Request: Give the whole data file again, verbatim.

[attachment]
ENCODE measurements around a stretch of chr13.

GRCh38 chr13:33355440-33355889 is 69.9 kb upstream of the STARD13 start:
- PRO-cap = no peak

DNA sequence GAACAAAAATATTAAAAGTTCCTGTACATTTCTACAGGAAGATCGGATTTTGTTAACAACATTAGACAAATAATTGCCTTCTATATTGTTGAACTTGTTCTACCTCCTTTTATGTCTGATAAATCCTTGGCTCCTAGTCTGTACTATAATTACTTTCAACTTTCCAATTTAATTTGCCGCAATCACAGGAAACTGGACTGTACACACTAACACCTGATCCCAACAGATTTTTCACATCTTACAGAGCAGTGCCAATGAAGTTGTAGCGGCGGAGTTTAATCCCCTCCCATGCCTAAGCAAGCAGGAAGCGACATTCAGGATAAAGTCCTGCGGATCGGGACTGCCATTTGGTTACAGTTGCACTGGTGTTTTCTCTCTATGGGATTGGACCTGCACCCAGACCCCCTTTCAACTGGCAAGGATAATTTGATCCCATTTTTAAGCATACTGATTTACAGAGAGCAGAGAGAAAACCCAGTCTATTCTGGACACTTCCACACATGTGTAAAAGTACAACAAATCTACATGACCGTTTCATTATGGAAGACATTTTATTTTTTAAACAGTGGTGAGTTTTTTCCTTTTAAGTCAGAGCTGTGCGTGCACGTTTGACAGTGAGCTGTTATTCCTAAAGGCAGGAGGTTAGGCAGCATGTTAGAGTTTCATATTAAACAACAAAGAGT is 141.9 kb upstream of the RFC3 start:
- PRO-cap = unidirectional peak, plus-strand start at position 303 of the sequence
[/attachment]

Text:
ENCODE measurements around a stretch of chr13.

GRCh38 chr13:33355440-33355889 is 69.9 kb upstream of the STARD13 start:
- PRO-cap = no peak

DNA sequence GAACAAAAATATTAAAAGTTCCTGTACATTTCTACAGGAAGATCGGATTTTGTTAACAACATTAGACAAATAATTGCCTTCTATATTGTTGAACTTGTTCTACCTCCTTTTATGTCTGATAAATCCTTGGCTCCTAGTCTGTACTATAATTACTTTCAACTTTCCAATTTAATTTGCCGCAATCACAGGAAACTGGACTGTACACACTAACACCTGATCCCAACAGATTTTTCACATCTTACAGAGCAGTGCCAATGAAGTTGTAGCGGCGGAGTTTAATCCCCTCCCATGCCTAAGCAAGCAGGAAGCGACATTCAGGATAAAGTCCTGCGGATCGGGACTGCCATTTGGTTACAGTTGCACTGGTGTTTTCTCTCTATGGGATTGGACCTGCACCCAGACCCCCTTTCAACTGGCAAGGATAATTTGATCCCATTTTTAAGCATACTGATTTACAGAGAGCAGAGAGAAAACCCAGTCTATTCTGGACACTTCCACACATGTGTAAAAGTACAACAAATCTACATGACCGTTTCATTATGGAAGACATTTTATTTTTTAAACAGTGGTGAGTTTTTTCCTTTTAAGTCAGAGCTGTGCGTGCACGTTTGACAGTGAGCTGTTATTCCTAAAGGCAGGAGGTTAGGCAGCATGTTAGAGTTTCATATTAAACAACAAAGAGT is 141.9 kb upstream of the RFC3 start:
- PRO-cap = unidirectional peak, plus-strand start at position 303 of the sequence